Stored procedures can be created directly from the MySQL command line in much the same way as a table or other database object.

Let's take a look at a simple example. Suppose we had a website for history buffs, and we wanted to have a little section on our homepage where we would list notable events that occurred on that date throughout history. We want to automate this section so that it updates automatically each day. We'll create a simple table to store the events for each day:

MySQL Stored Procedures

We'll put some entries in for the date of November 8 and 9, so that the output of our table looks like this:

MySQL Stored Procedures

Now we'll create a stored procedure to execute the necessary SQL and return our result set for a given date. For readability I will present the code as text here:

MySQL Stored Procedures

MySQL stored procedures can be created from the MySQL command line, but this quickly becomes impractical as procedures get longer and more complex. Below is a view of our stored procedure being created in the MySQL query browser. This program, which is available from MySQL for free, provides a convenient way to create and edit stored programs and other database objects.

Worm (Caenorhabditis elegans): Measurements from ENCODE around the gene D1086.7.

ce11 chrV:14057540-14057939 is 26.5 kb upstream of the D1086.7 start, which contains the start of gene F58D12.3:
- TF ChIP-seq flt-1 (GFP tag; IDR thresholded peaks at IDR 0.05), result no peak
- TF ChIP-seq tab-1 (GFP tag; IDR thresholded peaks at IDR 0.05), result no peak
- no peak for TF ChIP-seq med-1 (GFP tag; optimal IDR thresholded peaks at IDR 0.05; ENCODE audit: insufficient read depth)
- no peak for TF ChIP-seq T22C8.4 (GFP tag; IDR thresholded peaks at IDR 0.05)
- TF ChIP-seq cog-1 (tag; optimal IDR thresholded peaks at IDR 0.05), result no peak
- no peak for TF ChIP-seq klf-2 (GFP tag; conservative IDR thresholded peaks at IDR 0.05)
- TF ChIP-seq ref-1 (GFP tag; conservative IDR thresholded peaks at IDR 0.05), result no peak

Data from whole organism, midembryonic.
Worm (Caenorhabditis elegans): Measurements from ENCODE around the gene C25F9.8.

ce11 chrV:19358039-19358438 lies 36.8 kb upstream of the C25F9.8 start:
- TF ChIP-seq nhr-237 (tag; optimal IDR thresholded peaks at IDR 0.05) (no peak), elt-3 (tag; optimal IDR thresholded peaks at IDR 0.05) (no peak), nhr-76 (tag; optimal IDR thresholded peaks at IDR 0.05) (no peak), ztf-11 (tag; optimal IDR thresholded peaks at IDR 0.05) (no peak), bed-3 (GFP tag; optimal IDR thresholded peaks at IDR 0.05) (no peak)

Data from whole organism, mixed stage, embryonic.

It provides the skeleton code for a new stored procedure, and you can save your code to a file, create the stored procedure, and test your code from the Query view. The query browser also offers a graphical representation of all your schemata, and allows you to perform many database management chores in point and click style.

MySQL Stored Procedures

Let's go through the lines of code one at a time:

  1. The first line of code sets a delimiter for ending the stored procedure. The default delimiter for MySQL commands is the semicolon, but semicolons are used inside stored procedures at the the end of statements. The '$$' sign is commonly used to signal the end of the program.
  2. The DROP PROCEDURE statement deletes the procedure if you are editing an existing program.